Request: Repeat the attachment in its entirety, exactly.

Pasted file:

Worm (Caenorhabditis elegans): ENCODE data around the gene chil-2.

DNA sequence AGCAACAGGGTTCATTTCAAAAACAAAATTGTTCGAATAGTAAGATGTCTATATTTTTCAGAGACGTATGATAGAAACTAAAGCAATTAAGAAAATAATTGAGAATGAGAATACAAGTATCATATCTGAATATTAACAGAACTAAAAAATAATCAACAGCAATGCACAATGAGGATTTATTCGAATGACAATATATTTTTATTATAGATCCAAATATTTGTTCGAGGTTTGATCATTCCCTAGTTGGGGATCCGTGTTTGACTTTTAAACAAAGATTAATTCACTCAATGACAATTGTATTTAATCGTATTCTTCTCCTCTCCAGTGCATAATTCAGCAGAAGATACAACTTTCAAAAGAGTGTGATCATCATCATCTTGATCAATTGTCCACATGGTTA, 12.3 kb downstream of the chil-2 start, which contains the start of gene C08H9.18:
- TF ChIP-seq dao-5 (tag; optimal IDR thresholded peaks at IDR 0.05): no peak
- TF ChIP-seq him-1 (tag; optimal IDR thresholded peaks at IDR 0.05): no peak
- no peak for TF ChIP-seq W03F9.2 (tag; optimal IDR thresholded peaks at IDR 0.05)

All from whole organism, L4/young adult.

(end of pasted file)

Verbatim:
Worm (Caenorhabditis elegans): ENCODE data around the gene chil-2.

DNA sequence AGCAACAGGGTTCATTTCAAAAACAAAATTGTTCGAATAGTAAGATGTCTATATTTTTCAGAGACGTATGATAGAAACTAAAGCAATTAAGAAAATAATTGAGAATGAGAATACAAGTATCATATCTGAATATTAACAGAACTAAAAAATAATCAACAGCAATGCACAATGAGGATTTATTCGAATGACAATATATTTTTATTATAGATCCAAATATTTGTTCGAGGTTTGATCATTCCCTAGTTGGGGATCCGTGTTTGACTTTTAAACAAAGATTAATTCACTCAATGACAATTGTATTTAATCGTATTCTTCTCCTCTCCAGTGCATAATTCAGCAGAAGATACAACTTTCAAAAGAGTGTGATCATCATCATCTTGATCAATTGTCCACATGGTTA, 12.3 kb downstream of the chil-2 start, which contains the start of gene C08H9.18:
- TF ChIP-seq dao-5 (tag; optimal IDR thresholded peaks at IDR 0.05): no peak
- TF ChIP-seq him-1 (tag; optimal IDR thresholded peaks at IDR 0.05): no peak
- no peak for TF ChIP-seq W03F9.2 (tag; optimal IDR thresholded peaks at IDR 0.05)

All from whole organism, L4/young adult.